University of Alabama at Birmingham Birmingham, AL, United States
Rebecca Sullivan, MD, Derek Estes, MD, Sophia Sher, MD, Ramzi Mulki, MD University of Alabama at Birmingham, Birmingham, AL
Introduction: Lymphangioma arises from malformations of lymphatic vessels.Approximately 90% of cases present within the first two years of life with 95% occurring in the head, neck, and axilla.It is rarely found in adults, and small bowel lymphangioma represent less than 1% of cases.We present a rare case of a woman with melena and chronic anemia who was found to have a bleeding jejunal lymphangioma.
Case Description/Methods: A 60-year-old female with coronary disease, atrial fibrillation, and chronic anemia presented with symptomatic acute on chronic anemia with a hemoglobin of 5.7gm/dL, MCV 67, and ferritin 3 ng/mL.The patient was evaluated for melena one month ago at an outside hospital with a normal esophagogastroduodenoscopy and colonoscopy.At discharge, anticoagulation for atrial fibrillation was discontinued given recurrent gastrointestinal bleeds.
At our institution, the gastroenterology service pursued a second look push enteroscopy to evaluate a suspected small bowel source.This revealed three jejunal folds with circumferential, protruding, white plaque-like lymphangiectasia with areas of ulceration and oozing.There was no target to intervene on, so the area was biopsied and tattooed.Pathology was consistent with lymphangioma. Given multiple admissions for gastrointestinal bleeding and requirement of anticoagulation, surgery was consulted for resection.The resection confirmed a 7 cm, full thickness, lymphangioma with arteriovenous malformation of the jejunum which was negative for neoplasm. The patient recovered and was discharged without further bleeding.
Discussion: Lymphangiomas are caused by a proliferation of multiple, thin-walled lymphatic space believed to be from a congenital lymphatic malformation, but it is theorized to be associated with inflammation, abdominal surgery, abdominal trauma or obstruction of developed lymphatic vessels.Although small bowel lymphangioma is a benign condition and normally clinically silent, it can present with symptoms such as abdominal pain, nausea, vomiting, and weight loss.Complications associated with lymphangiomas include bleeding, protein-losing gastroenteropathy, volvulus, and intussusception.According to Kida, 15 cases of bleeding small bowel lymphangioma have been reported from 1967 to 2012.While small bowel lymphangiomas are rare, it should be considered in a patient with clinically significant bleeding without an identifiable source.Our case allowed us to demonstrate the unique endoscopic appearance and complications associated with this rare entity.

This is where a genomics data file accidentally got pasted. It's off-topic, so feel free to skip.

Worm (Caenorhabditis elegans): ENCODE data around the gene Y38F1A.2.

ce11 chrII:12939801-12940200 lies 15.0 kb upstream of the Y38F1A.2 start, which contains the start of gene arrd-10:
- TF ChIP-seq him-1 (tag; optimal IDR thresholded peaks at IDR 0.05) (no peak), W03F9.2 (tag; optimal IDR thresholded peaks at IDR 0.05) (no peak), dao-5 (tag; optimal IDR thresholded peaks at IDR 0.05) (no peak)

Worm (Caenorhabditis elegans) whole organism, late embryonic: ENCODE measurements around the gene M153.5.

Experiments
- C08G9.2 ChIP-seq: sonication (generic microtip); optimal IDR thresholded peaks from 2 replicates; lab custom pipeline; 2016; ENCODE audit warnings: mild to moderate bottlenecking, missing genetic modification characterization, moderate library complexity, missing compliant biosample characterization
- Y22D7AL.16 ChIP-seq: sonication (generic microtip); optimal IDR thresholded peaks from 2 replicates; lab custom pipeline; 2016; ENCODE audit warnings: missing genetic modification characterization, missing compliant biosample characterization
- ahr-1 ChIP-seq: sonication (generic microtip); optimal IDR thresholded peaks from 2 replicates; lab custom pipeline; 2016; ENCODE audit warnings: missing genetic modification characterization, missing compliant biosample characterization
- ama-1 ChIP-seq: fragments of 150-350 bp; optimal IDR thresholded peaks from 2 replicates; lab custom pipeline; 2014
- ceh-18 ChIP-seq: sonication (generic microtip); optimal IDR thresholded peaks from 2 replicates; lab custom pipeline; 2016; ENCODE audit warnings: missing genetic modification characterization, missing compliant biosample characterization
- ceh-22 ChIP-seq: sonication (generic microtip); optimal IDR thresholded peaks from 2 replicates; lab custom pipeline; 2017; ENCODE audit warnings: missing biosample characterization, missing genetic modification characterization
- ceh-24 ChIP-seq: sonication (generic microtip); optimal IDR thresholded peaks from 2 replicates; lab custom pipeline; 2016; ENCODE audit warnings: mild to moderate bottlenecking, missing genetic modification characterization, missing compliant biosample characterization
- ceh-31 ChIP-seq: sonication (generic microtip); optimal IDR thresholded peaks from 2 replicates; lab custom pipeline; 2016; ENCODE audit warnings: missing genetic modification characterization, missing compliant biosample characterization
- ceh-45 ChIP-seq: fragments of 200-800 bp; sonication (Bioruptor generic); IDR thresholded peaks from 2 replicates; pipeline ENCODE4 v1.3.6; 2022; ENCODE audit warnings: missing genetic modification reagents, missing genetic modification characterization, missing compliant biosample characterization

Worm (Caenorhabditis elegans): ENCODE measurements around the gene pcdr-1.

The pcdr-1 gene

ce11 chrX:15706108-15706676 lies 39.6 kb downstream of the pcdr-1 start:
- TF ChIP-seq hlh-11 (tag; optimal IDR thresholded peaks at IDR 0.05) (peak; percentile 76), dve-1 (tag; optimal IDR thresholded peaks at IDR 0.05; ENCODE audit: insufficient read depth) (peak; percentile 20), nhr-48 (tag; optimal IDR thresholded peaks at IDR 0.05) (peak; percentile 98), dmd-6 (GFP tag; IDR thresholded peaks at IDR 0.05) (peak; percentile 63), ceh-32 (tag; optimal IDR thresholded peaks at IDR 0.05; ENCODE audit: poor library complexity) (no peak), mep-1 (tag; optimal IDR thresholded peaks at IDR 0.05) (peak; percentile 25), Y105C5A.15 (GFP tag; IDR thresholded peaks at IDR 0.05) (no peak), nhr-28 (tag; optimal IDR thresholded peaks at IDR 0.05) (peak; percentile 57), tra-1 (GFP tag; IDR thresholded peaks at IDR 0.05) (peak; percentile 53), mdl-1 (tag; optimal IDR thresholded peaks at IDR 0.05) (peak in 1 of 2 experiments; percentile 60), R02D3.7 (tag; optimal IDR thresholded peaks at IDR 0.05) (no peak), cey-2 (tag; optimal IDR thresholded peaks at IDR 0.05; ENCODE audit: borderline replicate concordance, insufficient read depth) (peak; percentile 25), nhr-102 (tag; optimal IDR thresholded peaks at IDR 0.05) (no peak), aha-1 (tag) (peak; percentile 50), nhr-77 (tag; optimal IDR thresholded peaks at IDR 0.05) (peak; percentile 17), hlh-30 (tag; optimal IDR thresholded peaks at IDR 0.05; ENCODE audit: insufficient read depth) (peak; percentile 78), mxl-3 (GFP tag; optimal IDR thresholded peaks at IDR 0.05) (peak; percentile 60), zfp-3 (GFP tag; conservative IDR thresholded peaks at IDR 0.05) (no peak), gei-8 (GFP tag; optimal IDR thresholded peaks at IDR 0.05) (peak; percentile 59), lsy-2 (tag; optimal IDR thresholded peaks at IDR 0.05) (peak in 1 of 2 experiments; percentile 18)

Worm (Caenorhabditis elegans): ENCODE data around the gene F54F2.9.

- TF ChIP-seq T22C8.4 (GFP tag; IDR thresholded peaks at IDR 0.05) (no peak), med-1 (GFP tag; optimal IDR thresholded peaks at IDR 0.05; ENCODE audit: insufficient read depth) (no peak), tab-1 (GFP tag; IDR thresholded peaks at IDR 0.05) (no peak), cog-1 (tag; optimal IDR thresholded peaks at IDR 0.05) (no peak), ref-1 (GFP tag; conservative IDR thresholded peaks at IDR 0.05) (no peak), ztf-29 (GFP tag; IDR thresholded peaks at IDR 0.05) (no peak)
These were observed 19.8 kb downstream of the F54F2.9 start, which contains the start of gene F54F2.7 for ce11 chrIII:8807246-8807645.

Figure: Figure 1: Push enteroscopy revealing three jejunal folds with white-plague lesions consistent with lymphangiomas. Figure 2: Lymphangioma with ulceration and active bleeding. Figure 3: (A) Lymphangioma of the small intestine. The vascular channels are dilated, lined by inconspicuous endothelium, and contain lymphatic fluid and blood cells. H&E, 50x. (B) Lymphangioma of the small intestine. D2-40 immunostain highlights the lymphatics component. H&E, 20x
Disclosures: Rebecca Sullivan indicated no relevant financial relationships. Derek Estes indicated no relevant financial relationships. Sophia Sher indicated no relevant financial relationships. Ramzi Mulki indicated no relevant financial relationships.
Rebecca Sullivan, MD, Derek Estes, MD, Sophia Sher, MD, Ramzi Mulki, MD. P3030 - A Push to Find the Answer: A Rare Case of Jejunal Lymphangioma, ACG 2021 Annual Scientific Meeting Abstracts. Las Vegas, Nevada: American College of Gastroenterology.